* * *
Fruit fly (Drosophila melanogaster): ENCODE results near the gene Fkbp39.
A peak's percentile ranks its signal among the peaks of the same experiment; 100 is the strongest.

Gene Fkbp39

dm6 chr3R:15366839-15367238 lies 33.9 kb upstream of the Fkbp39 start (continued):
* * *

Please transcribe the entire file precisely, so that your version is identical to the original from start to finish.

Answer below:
Fruit fly (Drosophila melanogaster): ENCODE results near the gene Fkbp39.
A peak's percentile ranks its signal among the peaks of the same experiment; 100 is the strongest.

Gene Fkbp39

dm6 chr3R:15366839-15367238 lies 33.9 kb upstream of the Fkbp39 start (continued):